HomestarRunner.com; integral in the formative years of the author of this blogpost

I saw another blog post regarding a specific game, Peasant’s Quest, which, as stated in that other post, is a game constructed within the universe existing on Homestarrunner.com. The game itself is a fine example of a piece of interacive literature in the form of a game much like Anchorhead or Galatea, but after seeing this website on which I spent multiple hours per week for many months come back into my life in the hue of nostalgia, I couldn’t help but write on it as well. However, in regards to preventing too much overlap between posts and preventing plagiarism, I decided to focus on the entirety of the website itself, which, while very childish and immature in nature, is directly related to the ideas of interactivity, networks, and stories developing through electronic media.

Homestarrunner.com is an old flash website whose main story lines and characters  developed during the serial release of animated shorts and email responses to real viewers from one of the characters. The entirety of the website’s universe grew over time primarily through these short animations and email responses with many references to other popular media of the time, and the characters developed their own personalities and interrelationships. Furthermore, the creation of other character during these short animations gave way to other inventions of the website, namely Trogdor the burninator, which later became the subject of the game Peasant’s Quest, and the very quotable Teen Girl Squad, which ended up becoming its own sub series within the site, and other games available for play.

The immature nature of the story and characters does not take away from the fact that this animated website is a great example of interactive electronic literature. The site itself is the host of the entire world which contains the characters and their story, so they only really exist within the confines of the url and its links. However, through the development of these characters, the website grew, allowing for more interactivity between these characters and the viewers of the site in more ways than one. There’s the obvious interactivity given by the buttons provided on each screen, taking the viewer to different portals that make available the animated shorts that make up the story itself, the introduction to each of the characters (of which there are no more than fifteen), and the games. Though there is also the possibility of actually emailing on of the characters, StrongBad, a luchador themed character, whose weekly shorts involved responding to viewers’ emails, which undoubtedly provided the highest form of comedic relief to an adolescent boy.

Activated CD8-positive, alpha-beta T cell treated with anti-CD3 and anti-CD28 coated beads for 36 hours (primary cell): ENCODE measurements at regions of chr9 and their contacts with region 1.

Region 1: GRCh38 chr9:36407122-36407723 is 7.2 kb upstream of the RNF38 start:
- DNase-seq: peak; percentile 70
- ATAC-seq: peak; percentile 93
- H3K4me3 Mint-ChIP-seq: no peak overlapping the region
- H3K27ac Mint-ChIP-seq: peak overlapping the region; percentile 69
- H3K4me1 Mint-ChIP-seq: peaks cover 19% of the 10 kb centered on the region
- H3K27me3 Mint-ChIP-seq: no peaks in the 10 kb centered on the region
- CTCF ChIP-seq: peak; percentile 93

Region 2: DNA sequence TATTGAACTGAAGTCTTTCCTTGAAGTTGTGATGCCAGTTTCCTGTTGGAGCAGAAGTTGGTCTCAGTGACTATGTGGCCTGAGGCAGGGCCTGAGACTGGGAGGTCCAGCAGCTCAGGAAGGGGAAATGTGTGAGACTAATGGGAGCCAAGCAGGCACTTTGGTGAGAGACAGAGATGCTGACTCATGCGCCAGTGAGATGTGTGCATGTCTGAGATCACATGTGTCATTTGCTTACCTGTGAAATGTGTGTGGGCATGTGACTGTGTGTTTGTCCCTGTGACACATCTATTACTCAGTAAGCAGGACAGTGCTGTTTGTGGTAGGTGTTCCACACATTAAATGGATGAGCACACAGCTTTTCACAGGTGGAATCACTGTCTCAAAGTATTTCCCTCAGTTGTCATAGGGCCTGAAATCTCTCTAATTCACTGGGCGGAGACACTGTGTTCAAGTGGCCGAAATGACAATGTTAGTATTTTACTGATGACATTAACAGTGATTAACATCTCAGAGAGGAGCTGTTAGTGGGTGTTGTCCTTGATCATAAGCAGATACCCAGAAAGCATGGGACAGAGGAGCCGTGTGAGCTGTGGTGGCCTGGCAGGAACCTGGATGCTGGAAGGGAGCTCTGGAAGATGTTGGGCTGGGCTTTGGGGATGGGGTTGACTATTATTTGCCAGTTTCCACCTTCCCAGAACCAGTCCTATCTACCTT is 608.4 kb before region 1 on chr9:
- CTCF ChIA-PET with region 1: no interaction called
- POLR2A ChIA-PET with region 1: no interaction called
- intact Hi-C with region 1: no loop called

The website is a good example of the type of networked interactive electronic media because even though it has not real substance to the material it presents, it is set up as a framework of interrelated short animations that involve the same characters and together combine to create a larger story. In addition, the viewers are able to interact with the media/characters in many ways, including watching the animations, reading through the emails, playing the games, (which not only involve the characters themselves but also sometimes the creations of the characters), all in a complicated world, which is all confined within the url of the website. I thank the other blog poster that mentioned peasant’s quest, seeing as I am now refinding my way through the website, which is extremely entertaining, and allowed me to find the subject of this blog post. I feel bad about the overlap, but they are separate concepts, so there is plenty to relate to class in regards to each.

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One Response to HomestarRunner.com; integral in the formative years of the author of this blogpost

  1. Steph Roman says:

    This is fascinating. I vaguely remember this site, but I definitely remember the part about Strongbad answering real emails. In my popular culture class this term, we talked about “participatory culture” in fandom, and this is a superb example of that. Rather than just make fan films or write fanfiction, Homestarrunner’s visitors (mostly kids or early teens it appears) could virtually interact with one of the characters—which is truly incredible considering how old it actually is (I find it hard to believe it’s still in existence, actually). I think if you wanted to expand this further, the first chapter in “The Exploit” talks a lot more about digitized bodies and interconnected nodes. There might be some prime material there if you wanted to write an essay on the participation of the audience in digital media.

    Like

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